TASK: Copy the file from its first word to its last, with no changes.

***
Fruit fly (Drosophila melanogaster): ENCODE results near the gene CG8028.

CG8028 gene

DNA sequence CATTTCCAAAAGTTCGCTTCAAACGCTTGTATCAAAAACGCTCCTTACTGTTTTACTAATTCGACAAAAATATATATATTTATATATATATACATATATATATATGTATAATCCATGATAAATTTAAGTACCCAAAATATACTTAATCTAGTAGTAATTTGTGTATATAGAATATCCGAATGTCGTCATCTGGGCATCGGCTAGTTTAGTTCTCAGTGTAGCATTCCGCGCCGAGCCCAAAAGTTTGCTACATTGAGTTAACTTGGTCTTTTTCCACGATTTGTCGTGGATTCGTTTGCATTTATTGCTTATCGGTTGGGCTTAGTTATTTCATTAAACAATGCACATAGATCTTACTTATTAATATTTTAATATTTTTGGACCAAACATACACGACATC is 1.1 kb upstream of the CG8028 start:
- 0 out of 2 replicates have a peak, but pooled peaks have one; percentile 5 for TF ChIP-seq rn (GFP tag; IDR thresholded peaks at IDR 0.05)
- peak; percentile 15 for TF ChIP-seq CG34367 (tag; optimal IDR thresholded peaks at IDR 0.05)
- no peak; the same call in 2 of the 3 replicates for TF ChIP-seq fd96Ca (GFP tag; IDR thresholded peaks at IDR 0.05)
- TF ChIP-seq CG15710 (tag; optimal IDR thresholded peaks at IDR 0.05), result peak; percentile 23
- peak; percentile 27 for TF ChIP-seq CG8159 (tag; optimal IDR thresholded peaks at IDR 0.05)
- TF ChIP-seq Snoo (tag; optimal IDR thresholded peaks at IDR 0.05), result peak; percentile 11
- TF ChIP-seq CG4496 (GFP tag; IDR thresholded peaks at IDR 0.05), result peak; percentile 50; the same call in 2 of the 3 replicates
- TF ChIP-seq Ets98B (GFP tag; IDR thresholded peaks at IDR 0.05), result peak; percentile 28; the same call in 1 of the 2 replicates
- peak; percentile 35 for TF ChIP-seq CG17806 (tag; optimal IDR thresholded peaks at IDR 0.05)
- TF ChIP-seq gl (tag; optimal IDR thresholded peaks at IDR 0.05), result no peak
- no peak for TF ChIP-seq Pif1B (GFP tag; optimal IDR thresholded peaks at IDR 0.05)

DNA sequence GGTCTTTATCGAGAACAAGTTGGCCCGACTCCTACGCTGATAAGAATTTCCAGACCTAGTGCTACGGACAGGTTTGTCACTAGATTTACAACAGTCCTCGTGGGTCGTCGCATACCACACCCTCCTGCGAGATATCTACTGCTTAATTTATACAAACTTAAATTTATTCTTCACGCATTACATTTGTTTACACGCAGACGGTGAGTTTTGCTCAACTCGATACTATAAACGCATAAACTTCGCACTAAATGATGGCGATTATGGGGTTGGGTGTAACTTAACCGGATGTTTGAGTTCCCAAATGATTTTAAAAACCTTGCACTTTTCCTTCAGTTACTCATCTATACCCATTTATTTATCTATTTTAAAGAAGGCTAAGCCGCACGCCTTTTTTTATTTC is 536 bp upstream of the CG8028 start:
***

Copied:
Fruit fly (Drosophila melanogaster): ENCODE results near the gene CG8028.

CG8028 gene

DNA sequence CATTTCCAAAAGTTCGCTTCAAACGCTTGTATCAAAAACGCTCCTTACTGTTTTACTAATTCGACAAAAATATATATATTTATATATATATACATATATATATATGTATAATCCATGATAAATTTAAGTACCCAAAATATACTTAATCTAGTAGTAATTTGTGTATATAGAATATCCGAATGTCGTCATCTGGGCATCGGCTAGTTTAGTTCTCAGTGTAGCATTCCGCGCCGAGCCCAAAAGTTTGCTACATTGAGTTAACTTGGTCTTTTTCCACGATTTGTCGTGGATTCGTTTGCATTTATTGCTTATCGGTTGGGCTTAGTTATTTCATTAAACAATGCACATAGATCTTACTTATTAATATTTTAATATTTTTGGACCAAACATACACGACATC is 1.1 kb upstream of the CG8028 start:
- 0 out of 2 replicates have a peak, but pooled peaks have one; percentile 5 for TF ChIP-seq rn (GFP tag; IDR thresholded peaks at IDR 0.05)
- peak; percentile 15 for TF ChIP-seq CG34367 (tag; optimal IDR thresholded peaks at IDR 0.05)
- no peak; the same call in 2 of the 3 replicates for TF ChIP-seq fd96Ca (GFP tag; IDR thresholded peaks at IDR 0.05)
- TF ChIP-seq CG15710 (tag; optimal IDR thresholded peaks at IDR 0.05), result peak; percentile 23
- peak; percentile 27 for TF ChIP-seq CG8159 (tag; optimal IDR thresholded peaks at IDR 0.05)
- TF ChIP-seq Snoo (tag; optimal IDR thresholded peaks at IDR 0.05), result peak; percentile 11
- TF ChIP-seq CG4496 (GFP tag; IDR thresholded peaks at IDR 0.05), result peak; percentile 50; the same call in 2 of the 3 replicates
- TF ChIP-seq Ets98B (GFP tag; IDR thresholded peaks at IDR 0.05), result peak; percentile 28; the same call in 1 of the 2 replicates
- peak; percentile 35 for TF ChIP-seq CG17806 (tag; optimal IDR thresholded peaks at IDR 0.05)
- TF ChIP-seq gl (tag; optimal IDR thresholded peaks at IDR 0.05), result no peak
- no peak for TF ChIP-seq Pif1B (GFP tag; optimal IDR thresholded peaks at IDR 0.05)

DNA sequence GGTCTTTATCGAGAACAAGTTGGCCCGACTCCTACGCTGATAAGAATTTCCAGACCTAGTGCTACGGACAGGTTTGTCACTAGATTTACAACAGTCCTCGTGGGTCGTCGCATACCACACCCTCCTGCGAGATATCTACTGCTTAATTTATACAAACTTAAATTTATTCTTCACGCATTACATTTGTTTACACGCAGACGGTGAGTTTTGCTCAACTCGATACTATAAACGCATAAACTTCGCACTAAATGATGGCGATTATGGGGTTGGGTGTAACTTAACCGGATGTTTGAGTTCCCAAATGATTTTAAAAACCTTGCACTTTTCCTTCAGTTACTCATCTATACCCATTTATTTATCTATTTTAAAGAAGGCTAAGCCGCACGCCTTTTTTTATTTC is 536 bp upstream of the CG8028 start: